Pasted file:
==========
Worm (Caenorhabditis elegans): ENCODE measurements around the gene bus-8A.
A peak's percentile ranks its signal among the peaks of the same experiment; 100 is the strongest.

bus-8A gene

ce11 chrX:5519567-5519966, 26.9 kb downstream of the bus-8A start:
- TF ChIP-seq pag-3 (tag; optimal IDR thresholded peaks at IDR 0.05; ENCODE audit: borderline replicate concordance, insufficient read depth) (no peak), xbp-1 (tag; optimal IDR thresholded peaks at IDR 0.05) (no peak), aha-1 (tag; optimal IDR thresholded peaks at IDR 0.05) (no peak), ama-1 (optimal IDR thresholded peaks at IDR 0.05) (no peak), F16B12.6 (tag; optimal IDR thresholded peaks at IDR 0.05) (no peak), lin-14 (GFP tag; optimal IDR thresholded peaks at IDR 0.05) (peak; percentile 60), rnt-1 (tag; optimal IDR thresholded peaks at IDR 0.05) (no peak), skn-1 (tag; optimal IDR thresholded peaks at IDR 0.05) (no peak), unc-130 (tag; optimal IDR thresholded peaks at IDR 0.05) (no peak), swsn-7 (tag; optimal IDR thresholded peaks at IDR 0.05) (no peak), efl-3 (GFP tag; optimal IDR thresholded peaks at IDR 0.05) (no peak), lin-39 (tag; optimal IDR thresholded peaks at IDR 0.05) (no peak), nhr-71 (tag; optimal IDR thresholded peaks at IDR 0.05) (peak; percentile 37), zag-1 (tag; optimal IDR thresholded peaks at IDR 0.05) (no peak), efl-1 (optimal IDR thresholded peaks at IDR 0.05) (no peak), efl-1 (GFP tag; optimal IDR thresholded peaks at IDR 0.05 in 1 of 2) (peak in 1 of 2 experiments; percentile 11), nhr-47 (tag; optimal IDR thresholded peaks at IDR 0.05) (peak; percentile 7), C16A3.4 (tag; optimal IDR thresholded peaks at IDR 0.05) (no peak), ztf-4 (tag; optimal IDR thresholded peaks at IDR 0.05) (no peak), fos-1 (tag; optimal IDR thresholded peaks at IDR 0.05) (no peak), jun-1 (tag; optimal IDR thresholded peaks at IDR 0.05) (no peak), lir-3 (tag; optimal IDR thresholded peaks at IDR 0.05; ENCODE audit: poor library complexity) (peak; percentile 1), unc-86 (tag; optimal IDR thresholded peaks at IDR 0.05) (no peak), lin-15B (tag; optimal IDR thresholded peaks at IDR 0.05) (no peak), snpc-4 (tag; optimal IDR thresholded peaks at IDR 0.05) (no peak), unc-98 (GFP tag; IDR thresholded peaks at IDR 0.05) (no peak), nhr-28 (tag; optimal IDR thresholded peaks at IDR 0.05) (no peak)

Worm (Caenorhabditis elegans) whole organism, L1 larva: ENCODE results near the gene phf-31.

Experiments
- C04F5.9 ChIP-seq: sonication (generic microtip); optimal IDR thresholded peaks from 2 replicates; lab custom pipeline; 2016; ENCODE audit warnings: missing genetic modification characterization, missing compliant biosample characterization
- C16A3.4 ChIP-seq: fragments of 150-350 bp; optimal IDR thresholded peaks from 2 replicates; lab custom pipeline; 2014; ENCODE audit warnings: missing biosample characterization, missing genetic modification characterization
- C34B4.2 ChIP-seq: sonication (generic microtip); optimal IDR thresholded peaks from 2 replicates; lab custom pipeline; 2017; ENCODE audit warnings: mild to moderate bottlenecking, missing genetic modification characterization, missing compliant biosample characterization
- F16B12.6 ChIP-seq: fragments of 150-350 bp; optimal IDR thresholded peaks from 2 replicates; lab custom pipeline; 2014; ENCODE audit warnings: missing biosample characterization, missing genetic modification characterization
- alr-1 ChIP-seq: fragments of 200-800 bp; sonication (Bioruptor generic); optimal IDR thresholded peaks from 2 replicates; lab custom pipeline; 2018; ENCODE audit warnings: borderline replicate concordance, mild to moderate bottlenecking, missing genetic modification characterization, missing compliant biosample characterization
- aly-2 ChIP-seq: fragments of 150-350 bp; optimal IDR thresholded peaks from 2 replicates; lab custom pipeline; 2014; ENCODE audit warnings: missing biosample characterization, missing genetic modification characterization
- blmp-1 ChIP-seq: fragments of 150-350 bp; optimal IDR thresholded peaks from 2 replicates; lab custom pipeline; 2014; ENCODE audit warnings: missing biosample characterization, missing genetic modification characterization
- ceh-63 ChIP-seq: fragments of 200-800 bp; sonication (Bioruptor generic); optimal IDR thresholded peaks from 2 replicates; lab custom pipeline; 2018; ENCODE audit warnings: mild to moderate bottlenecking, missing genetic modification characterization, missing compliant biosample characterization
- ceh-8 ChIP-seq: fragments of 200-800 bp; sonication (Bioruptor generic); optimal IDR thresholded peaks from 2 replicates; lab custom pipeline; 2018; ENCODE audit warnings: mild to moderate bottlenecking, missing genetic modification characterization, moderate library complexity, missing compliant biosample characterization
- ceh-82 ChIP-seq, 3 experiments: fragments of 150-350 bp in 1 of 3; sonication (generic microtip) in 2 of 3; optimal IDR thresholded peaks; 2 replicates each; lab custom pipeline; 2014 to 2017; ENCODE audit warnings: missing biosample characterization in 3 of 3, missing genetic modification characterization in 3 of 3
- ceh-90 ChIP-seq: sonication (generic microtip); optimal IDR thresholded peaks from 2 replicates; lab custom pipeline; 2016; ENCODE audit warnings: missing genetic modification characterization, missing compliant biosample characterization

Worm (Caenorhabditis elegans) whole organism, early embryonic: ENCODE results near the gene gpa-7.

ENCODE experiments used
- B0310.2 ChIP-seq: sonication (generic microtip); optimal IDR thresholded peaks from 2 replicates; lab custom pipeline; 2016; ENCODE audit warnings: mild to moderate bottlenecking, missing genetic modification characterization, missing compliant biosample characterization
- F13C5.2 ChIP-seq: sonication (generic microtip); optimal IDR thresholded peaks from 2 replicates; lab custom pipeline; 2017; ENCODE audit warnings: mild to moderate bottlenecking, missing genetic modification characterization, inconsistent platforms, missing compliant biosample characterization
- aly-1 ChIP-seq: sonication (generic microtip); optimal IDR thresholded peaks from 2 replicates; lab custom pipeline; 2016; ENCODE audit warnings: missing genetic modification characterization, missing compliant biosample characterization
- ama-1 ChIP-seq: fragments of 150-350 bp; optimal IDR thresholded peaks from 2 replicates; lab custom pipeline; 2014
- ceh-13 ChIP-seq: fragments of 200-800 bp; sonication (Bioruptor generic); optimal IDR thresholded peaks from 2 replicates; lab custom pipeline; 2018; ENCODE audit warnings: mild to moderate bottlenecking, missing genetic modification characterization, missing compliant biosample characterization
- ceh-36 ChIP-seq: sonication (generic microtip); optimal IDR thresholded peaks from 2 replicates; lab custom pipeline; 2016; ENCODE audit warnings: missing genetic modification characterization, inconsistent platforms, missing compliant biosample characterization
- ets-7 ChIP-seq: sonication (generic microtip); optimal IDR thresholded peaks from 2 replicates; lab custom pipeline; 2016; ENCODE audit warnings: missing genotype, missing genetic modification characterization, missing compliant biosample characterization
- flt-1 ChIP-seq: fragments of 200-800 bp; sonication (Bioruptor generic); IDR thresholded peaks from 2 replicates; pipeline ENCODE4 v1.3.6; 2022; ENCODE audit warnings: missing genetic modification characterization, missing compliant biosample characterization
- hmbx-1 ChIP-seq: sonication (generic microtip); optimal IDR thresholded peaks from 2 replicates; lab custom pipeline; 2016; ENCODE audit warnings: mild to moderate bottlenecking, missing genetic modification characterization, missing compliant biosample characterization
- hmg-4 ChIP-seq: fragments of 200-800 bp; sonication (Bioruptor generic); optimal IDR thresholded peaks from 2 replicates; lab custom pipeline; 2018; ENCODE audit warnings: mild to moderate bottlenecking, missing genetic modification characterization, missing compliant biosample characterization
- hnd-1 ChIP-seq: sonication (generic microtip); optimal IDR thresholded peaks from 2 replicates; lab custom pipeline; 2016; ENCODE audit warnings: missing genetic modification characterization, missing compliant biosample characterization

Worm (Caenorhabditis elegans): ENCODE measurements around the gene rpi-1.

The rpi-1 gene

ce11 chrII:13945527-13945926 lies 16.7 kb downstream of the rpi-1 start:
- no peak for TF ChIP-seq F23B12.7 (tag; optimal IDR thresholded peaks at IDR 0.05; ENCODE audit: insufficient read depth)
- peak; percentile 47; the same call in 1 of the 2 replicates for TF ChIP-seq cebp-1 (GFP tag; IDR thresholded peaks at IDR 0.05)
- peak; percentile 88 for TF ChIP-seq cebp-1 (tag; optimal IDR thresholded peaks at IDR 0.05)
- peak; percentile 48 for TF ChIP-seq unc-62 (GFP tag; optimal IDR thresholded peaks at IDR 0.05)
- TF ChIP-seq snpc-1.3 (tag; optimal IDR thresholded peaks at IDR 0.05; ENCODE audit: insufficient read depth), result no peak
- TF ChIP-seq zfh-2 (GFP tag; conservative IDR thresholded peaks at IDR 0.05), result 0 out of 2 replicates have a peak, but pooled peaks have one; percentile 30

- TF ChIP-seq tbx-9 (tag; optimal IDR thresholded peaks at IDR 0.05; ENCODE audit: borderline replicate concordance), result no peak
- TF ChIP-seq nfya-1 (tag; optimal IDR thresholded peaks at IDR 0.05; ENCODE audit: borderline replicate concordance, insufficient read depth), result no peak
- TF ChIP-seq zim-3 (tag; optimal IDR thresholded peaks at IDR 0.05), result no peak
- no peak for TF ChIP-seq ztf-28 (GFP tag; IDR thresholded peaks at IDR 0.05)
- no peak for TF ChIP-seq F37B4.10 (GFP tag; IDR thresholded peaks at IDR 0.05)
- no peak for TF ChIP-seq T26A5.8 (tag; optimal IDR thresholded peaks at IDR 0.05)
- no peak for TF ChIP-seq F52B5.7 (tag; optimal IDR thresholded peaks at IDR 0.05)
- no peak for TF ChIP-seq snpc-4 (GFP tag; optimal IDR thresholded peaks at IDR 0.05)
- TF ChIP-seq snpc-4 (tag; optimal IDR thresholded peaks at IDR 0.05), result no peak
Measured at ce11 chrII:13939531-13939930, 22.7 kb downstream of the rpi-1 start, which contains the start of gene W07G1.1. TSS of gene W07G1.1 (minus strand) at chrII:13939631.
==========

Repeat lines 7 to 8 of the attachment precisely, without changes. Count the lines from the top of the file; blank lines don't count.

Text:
Experiments
- C04F5.9 ChIP-seq: sonication (generic microtip); optimal IDR thresholded peaks from 2 replicates; lab custom pipeline; 2016; ENCODE audit warnings: missing genetic modification characterization, missing compliant biosample characterization